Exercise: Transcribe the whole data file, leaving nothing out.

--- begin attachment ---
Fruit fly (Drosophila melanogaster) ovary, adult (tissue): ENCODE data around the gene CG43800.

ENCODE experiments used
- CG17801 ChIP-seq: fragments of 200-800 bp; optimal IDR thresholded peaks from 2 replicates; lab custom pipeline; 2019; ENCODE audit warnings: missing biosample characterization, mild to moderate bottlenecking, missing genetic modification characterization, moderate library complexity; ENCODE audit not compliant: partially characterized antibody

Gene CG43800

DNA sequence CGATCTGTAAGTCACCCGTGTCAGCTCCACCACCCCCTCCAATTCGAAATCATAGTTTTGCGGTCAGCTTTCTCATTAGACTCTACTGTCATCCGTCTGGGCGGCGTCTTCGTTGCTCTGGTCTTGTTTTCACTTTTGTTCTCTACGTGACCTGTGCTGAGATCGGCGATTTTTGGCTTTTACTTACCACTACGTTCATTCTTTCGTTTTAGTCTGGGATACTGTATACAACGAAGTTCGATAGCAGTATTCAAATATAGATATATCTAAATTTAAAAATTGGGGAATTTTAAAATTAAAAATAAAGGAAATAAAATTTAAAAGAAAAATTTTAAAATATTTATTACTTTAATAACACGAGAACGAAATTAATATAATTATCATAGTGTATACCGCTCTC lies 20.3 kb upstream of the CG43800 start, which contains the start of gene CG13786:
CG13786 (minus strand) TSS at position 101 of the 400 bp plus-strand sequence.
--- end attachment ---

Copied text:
Fruit fly (Drosophila melanogaster) ovary, adult (tissue): ENCODE data around the gene CG43800.

ENCODE experiments used
- CG17801 ChIP-seq: fragments of 200-800 bp; optimal IDR thresholded peaks from 2 replicates; lab custom pipeline; 2019; ENCODE audit warnings: missing biosample characterization, mild to moderate bottlenecking, missing genetic modification characterization, moderate library complexity; ENCODE audit not compliant: partially characterized antibody

Gene CG43800

DNA sequence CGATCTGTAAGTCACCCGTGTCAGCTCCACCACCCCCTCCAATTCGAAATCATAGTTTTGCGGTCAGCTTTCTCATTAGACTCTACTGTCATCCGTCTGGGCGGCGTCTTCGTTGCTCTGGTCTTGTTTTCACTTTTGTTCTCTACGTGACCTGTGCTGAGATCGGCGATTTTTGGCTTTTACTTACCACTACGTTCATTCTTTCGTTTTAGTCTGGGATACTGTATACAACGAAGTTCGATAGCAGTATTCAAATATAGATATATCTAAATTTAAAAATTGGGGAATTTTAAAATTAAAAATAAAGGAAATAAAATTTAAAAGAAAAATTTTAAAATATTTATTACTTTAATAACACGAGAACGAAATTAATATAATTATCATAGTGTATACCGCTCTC lies 20.3 kb upstream of the CG43800 start, which contains the start of gene CG13786:
CG13786 (minus strand) TSS at position 101 of the 400 bp plus-strand sequence.